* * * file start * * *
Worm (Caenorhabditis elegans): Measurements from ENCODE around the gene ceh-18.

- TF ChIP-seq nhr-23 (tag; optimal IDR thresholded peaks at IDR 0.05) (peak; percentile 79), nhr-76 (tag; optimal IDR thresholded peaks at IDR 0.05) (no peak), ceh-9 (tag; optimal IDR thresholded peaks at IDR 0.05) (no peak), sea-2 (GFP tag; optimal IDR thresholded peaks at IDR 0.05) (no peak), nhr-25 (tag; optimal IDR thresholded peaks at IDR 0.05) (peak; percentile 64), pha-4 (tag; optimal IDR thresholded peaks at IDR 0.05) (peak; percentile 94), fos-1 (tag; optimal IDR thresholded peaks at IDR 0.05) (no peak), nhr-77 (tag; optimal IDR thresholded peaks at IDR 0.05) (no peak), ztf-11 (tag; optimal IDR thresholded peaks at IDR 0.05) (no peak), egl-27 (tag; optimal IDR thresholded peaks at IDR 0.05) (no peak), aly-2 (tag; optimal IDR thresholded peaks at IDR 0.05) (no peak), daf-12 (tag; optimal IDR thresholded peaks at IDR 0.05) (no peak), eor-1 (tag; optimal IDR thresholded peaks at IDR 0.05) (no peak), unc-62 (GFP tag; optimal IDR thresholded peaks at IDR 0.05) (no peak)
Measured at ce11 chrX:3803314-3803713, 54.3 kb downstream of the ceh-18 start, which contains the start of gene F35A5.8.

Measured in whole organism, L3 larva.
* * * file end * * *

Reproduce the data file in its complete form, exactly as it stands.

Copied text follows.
Worm (Caenorhabditis elegans): Measurements from ENCODE around the gene ceh-18.

- TF ChIP-seq nhr-23 (tag; optimal IDR thresholded peaks at IDR 0.05) (peak; percentile 79), nhr-76 (tag; optimal IDR thresholded peaks at IDR 0.05) (no peak), ceh-9 (tag; optimal IDR thresholded peaks at IDR 0.05) (no peak), sea-2 (GFP tag; optimal IDR thresholded peaks at IDR 0.05) (no peak), nhr-25 (tag; optimal IDR thresholded peaks at IDR 0.05) (peak; percentile 64), pha-4 (tag; optimal IDR thresholded peaks at IDR 0.05) (peak; percentile 94), fos-1 (tag; optimal IDR thresholded peaks at IDR 0.05) (no peak), nhr-77 (tag; optimal IDR thresholded peaks at IDR 0.05) (no peak), ztf-11 (tag; optimal IDR thresholded peaks at IDR 0.05) (no peak), egl-27 (tag; optimal IDR thresholded peaks at IDR 0.05) (no peak), aly-2 (tag; optimal IDR thresholded peaks at IDR 0.05) (no peak), daf-12 (tag; optimal IDR thresholded peaks at IDR 0.05) (no peak), eor-1 (tag; optimal IDR thresholded peaks at IDR 0.05) (no peak), unc-62 (GFP tag; optimal IDR thresholded peaks at IDR 0.05) (no peak)
Measured at ce11 chrX:3803314-3803713, 54.3 kb downstream of the ceh-18 start, which contains the start of gene F35A5.8.

Measured in whole organism, L3 larva.